Synopsis: Music superstars Kat Valdez and Bastian are getting married before a global audience of fans. When Kat learns that Bastian has been unfaithful, seconds before her vows, she decides to marry Charlie, a stranger in the crowd, instead.
Stars: Jennifer Lopez, Owen Wilson, Maluma, Chloe Coleman, Sarah Silverman
Director: Kat Corio
Running Length: 112 minutes
TMMM Score: (8/10)
Review: After more than twenty-five years in the movie industry, I think it’s fair to say that multi-hyphenate performer Jennifer Lopez knows what works for her and what doesn’t. Choosing her film roles selectively and with an eye on not just the exposure for her as an actress but as a musician and entertainer, Lopez is a global icon instantly recognizable wherever she goes. Early in her career, she entered the hallowed halls of romantic comedy queendom, scoring a hat trick with 2001’s The Wedding Planner, 2002’s Maid in Manhattan, and 2005’s Monster-in-Law. Though she’s appeared in other popular films and earned good notices before, during, and after these releases, that trio of dependable winners is the most mentioned when speaking of JLo’s film endeavors.
It’s been a while since Lopez had that level of monster genre hit and despite barely missing out on an Oscar nomination for the career-best work in 2019’s Hustlers, other projects (even 2018’s Second Act, which is quite good) haven’t caught major fire. That tide could change with the release of Marry Me, the kind of return to form rom-com fueled by gargantuan charisma and star power that’s been missing in movies for eons. Lopez and co-star Owen Wilson (The Internship) are a refreshing, funny movie couple with effortlessly delightful chemistry. With its Notting Hill-ish flourishes (more on that later), Lopez easily moves from the A list to the A+ list, giving a performance that I was not expecting to be as deep as it turned out to be.
Loosely based on a 2007 graphic novel (!) by Bobby Crosby, Marry Me finds beautiful superstar singer Kat Valdez (Lopez, The Boy Next Door) swept up in the whirlwind of preparations to wed hot heartthrob Bastian (Maluma, Encanto) during a joint concert in front of a worldwide audience and sing their rising pop single, “Marry Me.” Already married and divorced several times, the subject of much public scrutiny, Valdez is convinced (or has she just worked hard to convince herself?) Bastian is the one for her and puts aside her reservations about getting hitched in such a public forum. In the audience are a mild-mannered math teacher and divorced dad, Charlie Gilbert (Wilson), along with his daughter (Chloe Coleman, My Spy) and his colleague Parker (Sarah Silverman, A Million Ways to Die in the West).
When Kat finds out from her manager (John Bradley, Moonfall) right as the vows are to take place that Bastian has betrayed her, she notices the unassuming man in the audience holding a sign emblazoned with the name of the song she’s about to sing. A split-second decision leads to a moment of clarity for the star and a life-changing agreement for the schoolteacher who still owns a flip phone. Married in front of a shocked crowd, Kat and Charlie must get to know one another, and both realize something they never thought possible; there’s a lot left to life and love they can learn from the other. All they have to do is get over their hang-ups. Easier said than done for a pop star with everything and an educator content with the simple life.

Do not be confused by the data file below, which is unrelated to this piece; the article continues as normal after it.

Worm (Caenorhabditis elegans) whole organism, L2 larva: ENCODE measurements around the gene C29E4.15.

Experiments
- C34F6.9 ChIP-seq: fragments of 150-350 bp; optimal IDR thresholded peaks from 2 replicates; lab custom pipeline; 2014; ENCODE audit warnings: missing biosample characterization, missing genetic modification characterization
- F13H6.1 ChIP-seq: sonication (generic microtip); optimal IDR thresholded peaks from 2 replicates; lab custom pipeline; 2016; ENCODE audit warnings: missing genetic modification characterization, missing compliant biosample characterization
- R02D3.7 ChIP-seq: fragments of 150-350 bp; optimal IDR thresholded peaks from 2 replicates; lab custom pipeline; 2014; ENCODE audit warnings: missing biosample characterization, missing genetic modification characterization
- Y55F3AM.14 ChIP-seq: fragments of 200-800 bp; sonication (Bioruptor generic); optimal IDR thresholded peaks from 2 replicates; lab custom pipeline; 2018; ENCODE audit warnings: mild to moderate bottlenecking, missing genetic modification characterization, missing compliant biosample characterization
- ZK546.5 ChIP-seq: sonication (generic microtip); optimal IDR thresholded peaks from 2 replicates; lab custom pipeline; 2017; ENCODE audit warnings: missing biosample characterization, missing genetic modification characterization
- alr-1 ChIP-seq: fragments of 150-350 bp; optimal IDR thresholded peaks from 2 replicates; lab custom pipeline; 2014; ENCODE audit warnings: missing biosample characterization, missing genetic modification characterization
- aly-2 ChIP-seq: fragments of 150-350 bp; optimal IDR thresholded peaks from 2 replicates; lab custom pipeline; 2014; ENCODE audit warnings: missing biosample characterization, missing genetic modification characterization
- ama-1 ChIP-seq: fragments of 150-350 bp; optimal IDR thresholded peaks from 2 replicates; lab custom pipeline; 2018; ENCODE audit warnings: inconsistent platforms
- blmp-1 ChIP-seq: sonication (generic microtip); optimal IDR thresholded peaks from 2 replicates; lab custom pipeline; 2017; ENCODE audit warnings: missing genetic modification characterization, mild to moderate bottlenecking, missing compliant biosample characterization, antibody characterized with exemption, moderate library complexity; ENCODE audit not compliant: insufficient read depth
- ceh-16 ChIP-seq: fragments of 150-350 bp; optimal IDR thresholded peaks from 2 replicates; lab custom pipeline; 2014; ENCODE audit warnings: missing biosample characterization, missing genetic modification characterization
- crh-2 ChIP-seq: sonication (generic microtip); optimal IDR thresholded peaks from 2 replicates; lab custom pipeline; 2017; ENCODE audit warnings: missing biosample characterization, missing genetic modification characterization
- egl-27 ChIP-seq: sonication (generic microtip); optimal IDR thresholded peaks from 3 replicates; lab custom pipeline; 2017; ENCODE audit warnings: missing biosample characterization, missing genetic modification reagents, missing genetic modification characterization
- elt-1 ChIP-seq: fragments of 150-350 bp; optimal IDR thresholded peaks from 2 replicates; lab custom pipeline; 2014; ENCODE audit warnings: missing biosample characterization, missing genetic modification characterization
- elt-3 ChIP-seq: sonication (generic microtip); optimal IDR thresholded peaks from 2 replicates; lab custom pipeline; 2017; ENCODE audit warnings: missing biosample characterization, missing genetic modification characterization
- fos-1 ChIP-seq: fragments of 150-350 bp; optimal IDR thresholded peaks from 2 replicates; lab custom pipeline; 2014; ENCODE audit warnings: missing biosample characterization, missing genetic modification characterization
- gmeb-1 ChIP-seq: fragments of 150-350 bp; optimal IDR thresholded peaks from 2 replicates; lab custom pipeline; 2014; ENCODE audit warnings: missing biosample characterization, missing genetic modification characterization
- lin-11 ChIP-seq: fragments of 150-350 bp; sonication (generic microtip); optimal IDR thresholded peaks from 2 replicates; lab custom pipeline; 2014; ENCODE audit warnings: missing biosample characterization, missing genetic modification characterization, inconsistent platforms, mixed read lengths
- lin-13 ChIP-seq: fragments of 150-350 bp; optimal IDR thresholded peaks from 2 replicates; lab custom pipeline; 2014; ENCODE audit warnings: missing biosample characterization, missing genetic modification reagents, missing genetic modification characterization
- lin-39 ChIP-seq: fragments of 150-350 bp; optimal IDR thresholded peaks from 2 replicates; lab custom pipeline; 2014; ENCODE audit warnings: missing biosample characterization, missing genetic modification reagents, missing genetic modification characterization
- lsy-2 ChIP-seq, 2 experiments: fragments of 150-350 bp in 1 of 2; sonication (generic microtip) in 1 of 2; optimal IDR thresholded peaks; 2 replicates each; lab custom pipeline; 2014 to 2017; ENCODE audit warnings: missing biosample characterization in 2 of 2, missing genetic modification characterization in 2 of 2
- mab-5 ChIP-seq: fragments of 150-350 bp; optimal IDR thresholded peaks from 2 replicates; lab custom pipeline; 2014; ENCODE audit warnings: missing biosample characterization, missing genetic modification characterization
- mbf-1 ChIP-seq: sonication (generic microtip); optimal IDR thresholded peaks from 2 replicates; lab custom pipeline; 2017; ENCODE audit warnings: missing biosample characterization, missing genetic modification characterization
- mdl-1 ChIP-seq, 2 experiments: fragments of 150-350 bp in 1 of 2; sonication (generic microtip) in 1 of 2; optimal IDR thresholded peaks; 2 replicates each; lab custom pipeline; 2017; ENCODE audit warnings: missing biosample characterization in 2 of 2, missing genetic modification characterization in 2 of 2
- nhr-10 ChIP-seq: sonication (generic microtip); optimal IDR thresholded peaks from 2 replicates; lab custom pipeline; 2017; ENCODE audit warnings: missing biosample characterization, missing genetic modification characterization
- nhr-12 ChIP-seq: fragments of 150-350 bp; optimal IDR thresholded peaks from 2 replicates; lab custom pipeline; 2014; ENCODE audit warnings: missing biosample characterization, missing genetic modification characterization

It’s impossible not to watch the movie and see the striking parallels to 1999’s Notting Hill, which is, to me, a perfect film. Even in the way the action develops, the narrative beats have a similar feel. While I wouldn’t say Marry Me is overtly copying that earlier film’s success story, it does use that as a blueprint to make the unlikely (and, let’s face it, unbelievable) fairy tale seem that much more plausible. Director Kat Corio and screenwriters Harper Dill, John Rogers, and Tami Sagher pepper the film with enough roadblocks and, strangely, supporting characters working against the best interest of their friends to believably keep the stars ever so slightly in a romantic danger zone. The inevitable third act “break-up,” comes from an internal place, not an external force, something I appreciated seeing because it was in keeping with the movie’s focus on the couple. It sets the stage for a comic cross-country down-to-the-buzzer race to express their feelings.
Filmed in 2019 when Lopez was 50, it’s a grand showcase (but not a “showy” one) for the actress, with full-out singing and dancing to go along with the sharp comic timing she hasn’t fully embraced since her early Wedding Planner days. Also…I’m convinced Marry Me is being released simultaneously on Peacock TV as well as theaters for people who will certainly do what I did and pause it to scream each time Lopez reveals a new outfit. By the time we got to the red sequin number, I was entirely unconscious under the coffee table. Timed right for a Valentine’s Day release, say yes to Marry Me this weekend or any time of year. It’s undoubtedly going to be a new favorite of mine.
[…] On his site, Botten wrote about “Drive My Car,” “Moonfall,” “Jackass Forever,” “Ghosts of the Ozarks,” “A Hero,” “The Worst Person in the World,” “Last Looks,” “Death on the Nile,” “I Want You Back,” “Blacklight” and “Marry Me.” […]